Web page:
HealthDay News — Patients with a cancer diagnosis have an increased risk for suicide during the first year after their diagnosis compared with the general population, with higher suicide rates for cancers with a poor prognosis, according to a study published online Jan. 7 in Cancer.

Anas M. Saad, from Ain Shams University in Cairo, and colleagues examined recent trends in suicide risk after a cancer diagnosis using data from the Surveillance, Epidemiology, and End Results Program. A total of 4,671,989 patients diagnosed with cancer between 2000 and 2014 were included.

The researchers found that 1585 patients committed suicide within 1 year of their diagnosis. There was a significant increase in the risk for suicide, with an observed/expected (O/E) ratio of 2.52, and excess risk of 2.51 per 10,000 person-years. The highest increases in the O/E ratio came after diagnoses of pancreatic cancer and lung cancer (8.01 and 6.05, respectively). After a diagnosis of colorectal cancer, there was also a significant increase in the risk for suicide, with an O/E ratio of 2.08. After breast and prostate cancer diagnoses, there was no significant increase in the risk for suicidal death.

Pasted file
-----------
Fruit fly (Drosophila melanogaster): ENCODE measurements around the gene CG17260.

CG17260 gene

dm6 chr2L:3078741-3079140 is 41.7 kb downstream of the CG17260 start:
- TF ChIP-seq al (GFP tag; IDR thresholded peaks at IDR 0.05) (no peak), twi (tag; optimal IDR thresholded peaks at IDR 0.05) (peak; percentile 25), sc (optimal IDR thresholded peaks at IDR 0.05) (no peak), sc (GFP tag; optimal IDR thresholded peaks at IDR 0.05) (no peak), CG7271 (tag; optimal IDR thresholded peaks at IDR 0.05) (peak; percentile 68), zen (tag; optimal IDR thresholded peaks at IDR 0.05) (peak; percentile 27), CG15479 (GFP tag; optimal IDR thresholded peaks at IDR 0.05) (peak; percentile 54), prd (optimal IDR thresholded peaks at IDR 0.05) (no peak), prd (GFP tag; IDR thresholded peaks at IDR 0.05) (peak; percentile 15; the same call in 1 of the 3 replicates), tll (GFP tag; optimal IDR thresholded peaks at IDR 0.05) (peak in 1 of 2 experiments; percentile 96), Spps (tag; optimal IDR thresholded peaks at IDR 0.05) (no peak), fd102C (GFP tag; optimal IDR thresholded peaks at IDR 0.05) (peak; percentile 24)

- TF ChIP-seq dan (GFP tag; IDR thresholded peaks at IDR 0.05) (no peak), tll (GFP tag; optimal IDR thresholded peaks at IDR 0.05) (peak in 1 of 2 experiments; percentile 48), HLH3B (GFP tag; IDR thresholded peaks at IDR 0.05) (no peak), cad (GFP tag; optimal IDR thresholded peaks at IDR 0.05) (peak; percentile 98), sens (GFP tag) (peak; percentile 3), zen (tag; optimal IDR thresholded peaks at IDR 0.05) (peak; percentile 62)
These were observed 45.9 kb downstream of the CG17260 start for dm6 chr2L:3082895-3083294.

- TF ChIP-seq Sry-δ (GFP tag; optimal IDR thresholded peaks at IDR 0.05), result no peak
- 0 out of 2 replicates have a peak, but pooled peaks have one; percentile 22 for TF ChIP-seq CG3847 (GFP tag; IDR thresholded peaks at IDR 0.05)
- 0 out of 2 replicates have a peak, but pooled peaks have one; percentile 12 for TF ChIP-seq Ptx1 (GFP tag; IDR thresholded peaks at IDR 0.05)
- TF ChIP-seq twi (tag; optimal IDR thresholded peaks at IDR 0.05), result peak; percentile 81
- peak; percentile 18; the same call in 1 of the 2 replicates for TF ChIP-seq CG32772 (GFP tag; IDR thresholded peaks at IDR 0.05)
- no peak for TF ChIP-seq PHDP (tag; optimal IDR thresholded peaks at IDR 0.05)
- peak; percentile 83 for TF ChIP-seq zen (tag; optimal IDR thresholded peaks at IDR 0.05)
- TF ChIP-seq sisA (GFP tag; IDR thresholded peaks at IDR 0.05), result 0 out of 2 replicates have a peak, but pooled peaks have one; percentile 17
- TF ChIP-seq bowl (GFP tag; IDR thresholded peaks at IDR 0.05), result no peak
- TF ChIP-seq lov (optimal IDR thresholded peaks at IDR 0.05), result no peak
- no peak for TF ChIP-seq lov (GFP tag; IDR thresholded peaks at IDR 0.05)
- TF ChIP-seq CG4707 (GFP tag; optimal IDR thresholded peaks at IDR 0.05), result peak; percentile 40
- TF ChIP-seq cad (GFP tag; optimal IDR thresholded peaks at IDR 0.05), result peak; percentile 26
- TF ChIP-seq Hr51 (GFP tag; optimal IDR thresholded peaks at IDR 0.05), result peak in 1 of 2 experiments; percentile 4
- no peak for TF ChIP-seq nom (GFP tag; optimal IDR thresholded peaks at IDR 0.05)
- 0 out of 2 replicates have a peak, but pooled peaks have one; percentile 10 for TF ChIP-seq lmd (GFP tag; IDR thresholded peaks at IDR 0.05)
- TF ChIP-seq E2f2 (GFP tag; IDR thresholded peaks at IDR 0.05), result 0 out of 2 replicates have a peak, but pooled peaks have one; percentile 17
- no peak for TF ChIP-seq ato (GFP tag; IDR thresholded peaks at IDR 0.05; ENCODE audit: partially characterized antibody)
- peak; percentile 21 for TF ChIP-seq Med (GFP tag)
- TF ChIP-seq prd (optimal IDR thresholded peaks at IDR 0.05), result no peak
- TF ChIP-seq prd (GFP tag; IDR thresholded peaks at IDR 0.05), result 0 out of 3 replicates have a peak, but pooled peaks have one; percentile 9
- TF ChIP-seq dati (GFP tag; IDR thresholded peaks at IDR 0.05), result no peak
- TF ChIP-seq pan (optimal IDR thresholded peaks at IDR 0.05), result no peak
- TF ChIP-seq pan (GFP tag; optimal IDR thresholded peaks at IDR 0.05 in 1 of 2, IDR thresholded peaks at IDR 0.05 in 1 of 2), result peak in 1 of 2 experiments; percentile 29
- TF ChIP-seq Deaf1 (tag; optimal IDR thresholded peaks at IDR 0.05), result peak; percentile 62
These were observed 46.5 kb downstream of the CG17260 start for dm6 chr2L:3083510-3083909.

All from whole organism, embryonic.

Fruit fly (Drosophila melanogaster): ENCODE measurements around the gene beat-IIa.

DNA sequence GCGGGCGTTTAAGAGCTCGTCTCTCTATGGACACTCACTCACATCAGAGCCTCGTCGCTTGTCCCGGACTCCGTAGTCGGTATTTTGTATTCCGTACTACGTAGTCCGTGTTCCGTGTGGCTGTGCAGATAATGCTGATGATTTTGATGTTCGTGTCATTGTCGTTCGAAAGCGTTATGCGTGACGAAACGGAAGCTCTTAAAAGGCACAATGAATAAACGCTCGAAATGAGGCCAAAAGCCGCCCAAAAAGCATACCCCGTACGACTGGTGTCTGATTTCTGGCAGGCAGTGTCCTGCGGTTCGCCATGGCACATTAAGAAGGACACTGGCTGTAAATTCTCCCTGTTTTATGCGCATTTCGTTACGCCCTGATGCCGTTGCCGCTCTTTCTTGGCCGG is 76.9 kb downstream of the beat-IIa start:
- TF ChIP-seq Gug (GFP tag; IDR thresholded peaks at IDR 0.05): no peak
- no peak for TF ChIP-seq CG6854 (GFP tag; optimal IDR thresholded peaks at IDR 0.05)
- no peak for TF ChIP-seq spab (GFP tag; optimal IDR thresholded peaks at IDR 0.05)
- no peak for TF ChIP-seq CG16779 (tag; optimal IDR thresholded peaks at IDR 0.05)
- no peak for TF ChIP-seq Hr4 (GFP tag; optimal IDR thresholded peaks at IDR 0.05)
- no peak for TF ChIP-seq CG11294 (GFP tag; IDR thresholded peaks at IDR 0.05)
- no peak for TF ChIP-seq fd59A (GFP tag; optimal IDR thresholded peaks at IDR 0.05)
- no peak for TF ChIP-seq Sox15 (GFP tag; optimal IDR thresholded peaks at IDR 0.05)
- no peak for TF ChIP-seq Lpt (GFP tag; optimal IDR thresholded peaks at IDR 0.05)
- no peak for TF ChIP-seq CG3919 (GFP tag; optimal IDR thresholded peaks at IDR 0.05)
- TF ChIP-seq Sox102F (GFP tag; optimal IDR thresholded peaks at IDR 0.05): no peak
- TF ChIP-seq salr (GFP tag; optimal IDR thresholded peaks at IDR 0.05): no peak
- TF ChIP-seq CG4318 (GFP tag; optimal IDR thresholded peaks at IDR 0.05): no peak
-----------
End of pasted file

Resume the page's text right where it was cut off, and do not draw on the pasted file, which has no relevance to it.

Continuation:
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“After the diagnosis, it is important that health care providers be vigilant in screening for suicide and ensuring that patients have access to social and emotional support,” the authors write.

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